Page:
Opening overseas in 11 territories was writer-director Nancy Meyers’ romantic comedy “It’s Complicated” costarring Meryl Streep, Steve Martin and Alec Baldwin, which drew $5.5 million overall from 1,034 screens. Worldwide tally is $27.6 million.
France debut produced a No. 4 ranking in Paris, and $1.6 million from 363 sites in the market. Spain did better with $2.1 million drawn from 318 locations, enough for a No. 3 ranking. “It’s Complicated” will play 52 markets in the coming months with openings in the Middle East set for next weekend.
Sony’s “2012” pushed its foreign cume to $583.7 million thanks to a $5.1 million weekend at 4,300 screens in 75 markets. The disaster epic from director Roland Emmerich remains No. 1 in Argentina with a market cume of $3.3 million over four rounds.
Sony’s “Did You Hear About the Morgans,” costarring Hugh Grant and Sarah Jessica Parker, got off to a lame offshore start in Australia by generating $1.1 million from 208 screens.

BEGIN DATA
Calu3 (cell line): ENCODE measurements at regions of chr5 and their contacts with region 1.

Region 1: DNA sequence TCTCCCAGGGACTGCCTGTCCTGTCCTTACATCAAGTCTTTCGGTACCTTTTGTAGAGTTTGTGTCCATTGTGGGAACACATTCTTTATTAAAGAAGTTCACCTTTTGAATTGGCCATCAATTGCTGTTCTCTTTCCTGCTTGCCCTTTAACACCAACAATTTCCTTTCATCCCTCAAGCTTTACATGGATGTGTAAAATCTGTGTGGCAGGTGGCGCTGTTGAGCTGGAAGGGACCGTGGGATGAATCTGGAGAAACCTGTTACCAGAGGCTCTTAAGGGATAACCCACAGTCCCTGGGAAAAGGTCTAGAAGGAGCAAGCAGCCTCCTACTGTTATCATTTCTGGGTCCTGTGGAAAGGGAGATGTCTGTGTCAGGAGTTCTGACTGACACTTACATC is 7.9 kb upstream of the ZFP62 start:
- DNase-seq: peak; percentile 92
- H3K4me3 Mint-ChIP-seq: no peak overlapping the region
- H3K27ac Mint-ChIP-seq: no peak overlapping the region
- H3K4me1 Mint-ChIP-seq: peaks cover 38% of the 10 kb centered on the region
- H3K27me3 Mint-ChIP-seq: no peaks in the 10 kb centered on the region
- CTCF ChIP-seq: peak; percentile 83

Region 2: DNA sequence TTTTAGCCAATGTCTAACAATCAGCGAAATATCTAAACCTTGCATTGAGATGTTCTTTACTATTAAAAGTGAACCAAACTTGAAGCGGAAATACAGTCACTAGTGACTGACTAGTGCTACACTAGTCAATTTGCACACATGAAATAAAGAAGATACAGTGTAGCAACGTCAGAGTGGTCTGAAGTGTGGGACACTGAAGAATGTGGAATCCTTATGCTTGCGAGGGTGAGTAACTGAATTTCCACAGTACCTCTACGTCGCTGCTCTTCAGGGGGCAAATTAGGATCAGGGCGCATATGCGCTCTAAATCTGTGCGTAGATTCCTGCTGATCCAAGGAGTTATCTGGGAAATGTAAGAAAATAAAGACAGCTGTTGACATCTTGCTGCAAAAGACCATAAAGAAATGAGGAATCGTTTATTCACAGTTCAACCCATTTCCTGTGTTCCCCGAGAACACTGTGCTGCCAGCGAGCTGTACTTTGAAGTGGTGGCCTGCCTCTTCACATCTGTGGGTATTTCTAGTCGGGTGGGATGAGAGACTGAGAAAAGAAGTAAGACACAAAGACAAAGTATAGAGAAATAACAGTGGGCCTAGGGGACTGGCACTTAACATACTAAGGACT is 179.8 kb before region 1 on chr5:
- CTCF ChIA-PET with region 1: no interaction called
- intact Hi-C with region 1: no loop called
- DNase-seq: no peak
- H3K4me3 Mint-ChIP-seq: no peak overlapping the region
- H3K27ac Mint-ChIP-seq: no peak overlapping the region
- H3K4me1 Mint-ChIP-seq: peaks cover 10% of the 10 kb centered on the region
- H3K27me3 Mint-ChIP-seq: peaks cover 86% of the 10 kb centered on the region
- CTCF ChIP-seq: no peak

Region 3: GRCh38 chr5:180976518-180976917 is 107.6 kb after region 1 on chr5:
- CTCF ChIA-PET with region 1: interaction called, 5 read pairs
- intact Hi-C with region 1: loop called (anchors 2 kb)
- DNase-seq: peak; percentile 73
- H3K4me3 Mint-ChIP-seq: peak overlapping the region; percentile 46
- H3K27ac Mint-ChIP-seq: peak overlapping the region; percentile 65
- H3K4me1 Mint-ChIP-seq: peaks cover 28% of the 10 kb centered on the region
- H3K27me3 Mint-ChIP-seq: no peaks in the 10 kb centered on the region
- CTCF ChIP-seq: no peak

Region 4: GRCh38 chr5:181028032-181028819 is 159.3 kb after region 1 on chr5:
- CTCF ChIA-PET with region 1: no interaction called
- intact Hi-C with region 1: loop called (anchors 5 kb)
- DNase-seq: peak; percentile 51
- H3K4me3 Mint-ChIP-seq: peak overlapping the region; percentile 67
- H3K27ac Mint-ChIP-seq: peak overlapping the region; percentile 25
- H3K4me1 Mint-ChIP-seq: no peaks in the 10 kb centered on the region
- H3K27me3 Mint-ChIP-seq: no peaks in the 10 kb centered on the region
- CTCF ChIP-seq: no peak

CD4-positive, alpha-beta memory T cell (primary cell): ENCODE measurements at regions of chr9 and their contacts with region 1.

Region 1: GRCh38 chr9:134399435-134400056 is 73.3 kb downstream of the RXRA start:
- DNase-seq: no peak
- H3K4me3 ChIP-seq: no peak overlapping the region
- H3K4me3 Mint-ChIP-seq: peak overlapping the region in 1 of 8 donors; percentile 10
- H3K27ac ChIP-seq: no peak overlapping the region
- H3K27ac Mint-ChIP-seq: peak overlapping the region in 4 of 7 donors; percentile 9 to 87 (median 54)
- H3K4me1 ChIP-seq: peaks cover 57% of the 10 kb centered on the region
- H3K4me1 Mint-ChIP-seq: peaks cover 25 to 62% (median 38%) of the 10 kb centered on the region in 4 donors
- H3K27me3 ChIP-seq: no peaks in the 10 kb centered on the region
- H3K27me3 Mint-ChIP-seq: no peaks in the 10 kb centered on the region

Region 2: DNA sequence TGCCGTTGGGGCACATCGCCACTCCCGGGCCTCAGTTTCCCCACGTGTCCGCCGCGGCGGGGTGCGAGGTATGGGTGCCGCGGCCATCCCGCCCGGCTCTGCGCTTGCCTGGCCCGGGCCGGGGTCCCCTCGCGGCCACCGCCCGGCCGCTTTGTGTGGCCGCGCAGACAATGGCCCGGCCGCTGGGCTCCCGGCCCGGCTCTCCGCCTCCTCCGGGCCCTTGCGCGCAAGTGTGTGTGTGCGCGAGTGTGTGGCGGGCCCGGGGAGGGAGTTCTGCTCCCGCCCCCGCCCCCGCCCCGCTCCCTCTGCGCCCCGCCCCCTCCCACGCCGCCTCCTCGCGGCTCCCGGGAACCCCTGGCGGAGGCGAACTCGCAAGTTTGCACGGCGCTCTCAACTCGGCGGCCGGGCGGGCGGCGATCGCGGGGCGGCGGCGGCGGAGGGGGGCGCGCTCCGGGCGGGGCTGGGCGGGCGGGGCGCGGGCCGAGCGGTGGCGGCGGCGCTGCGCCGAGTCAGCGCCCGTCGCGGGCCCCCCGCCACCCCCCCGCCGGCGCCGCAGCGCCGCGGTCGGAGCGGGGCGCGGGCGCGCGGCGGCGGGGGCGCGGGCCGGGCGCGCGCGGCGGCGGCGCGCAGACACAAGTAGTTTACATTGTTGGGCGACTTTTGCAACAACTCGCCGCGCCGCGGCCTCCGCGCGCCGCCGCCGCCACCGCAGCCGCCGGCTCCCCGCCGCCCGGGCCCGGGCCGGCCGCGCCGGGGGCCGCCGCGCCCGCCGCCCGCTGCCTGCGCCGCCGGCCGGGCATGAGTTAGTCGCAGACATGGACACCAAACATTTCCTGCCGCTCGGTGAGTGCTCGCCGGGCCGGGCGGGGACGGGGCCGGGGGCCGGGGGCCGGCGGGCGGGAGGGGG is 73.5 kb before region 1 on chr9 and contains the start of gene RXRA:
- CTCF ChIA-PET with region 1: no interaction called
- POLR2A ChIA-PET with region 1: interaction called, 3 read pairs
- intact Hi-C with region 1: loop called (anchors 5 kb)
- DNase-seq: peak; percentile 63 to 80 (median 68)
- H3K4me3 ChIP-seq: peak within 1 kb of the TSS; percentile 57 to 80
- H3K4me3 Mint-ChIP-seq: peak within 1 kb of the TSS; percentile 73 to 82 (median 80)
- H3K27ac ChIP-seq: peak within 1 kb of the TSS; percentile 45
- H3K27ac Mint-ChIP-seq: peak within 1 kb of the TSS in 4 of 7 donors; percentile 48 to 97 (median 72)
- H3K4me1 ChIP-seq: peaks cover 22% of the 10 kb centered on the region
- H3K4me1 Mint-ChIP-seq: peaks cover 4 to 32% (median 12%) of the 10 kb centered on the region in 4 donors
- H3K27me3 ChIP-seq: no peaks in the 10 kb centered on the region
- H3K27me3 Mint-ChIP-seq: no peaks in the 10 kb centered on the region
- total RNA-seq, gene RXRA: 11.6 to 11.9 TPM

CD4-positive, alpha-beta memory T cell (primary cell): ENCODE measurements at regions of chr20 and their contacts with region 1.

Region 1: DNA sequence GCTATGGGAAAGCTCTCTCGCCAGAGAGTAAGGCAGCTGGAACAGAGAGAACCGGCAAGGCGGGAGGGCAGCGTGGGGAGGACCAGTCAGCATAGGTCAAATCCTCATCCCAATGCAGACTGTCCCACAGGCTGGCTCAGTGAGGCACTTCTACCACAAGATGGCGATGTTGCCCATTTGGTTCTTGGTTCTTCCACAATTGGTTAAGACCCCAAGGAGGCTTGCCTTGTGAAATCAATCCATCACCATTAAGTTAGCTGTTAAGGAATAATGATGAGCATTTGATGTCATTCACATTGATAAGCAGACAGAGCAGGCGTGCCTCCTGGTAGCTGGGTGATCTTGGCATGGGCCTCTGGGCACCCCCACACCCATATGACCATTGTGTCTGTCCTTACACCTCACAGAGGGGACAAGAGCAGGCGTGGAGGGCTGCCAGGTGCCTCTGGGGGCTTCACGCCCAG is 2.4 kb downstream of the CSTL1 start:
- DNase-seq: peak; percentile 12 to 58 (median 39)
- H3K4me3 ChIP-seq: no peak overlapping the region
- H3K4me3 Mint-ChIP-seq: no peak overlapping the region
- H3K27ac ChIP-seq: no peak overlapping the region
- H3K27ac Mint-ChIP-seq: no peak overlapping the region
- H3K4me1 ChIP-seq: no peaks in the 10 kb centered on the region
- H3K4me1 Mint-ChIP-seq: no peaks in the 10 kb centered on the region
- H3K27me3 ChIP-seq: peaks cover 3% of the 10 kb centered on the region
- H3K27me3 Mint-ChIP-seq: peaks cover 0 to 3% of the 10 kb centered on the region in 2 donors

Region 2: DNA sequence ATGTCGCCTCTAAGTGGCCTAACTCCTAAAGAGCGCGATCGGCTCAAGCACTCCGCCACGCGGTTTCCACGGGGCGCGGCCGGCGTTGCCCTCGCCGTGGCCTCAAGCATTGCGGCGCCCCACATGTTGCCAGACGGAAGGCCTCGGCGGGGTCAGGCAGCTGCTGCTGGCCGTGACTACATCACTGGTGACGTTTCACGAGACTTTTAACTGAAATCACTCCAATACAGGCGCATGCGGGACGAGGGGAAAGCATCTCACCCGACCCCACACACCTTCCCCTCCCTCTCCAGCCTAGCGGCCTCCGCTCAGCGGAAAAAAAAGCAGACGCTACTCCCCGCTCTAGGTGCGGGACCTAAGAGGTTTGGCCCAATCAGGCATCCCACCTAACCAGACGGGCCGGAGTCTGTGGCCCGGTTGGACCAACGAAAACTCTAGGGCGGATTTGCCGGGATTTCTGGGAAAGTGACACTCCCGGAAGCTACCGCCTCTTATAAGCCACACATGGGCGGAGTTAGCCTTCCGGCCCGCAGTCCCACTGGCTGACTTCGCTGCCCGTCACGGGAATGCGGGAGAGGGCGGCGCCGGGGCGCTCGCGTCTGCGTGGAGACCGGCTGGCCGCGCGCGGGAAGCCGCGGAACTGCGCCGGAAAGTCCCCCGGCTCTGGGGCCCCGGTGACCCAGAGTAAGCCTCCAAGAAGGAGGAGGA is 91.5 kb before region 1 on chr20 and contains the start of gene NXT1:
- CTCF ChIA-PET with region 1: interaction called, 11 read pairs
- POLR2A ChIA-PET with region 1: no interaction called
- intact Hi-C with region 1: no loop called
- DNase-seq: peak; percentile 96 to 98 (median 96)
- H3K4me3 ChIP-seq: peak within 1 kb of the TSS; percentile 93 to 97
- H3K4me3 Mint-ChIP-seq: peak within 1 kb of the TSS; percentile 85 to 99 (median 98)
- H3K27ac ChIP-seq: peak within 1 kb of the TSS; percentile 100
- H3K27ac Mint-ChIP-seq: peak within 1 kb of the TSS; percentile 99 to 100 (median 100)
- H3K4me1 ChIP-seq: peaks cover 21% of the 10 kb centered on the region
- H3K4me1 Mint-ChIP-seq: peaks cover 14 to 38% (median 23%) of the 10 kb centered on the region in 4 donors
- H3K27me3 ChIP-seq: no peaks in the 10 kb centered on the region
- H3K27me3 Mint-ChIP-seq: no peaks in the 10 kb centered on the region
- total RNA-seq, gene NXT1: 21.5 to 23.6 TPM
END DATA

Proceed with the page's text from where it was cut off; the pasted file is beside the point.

Paramount released on Boxing Day (Dec. 26) “The Lovely Bones,” the crime drama/fantasy directed by Peter Jackson and costarring Mark Wahlberg and Rachel Weisz, in Australia and New Zealand for a total of $730,000 from 93 locations.
“Zweiohrkuken,” Warner Bros.’ local language German co-production drew a combined $3.7 million on the weekend from 811 locations in Germany and Austria. Germany cume for the romantic comedy directed, co-written and starring Til Schweiger was $29.7 million over four frames, while the Austria cume was $2.5 million.
“Old Dogs,” the Disney comedy with John Travolta and Robin Williams, nudged its overseas cume to $19.7 million thanks to a $3.1 million weekend at 1,500 screens in 18 territories.
France’s top-grossing local language title remains EuropaCorp. Distribution’s release of director/co-writer Luc Besson’s English-language animation hit, “Arthur e la vengeance de Maltazard.” Fourth weekend generated a No. 2 market ranking with $3.4 million drawn from 925 situations for a France cume of $28.3 million.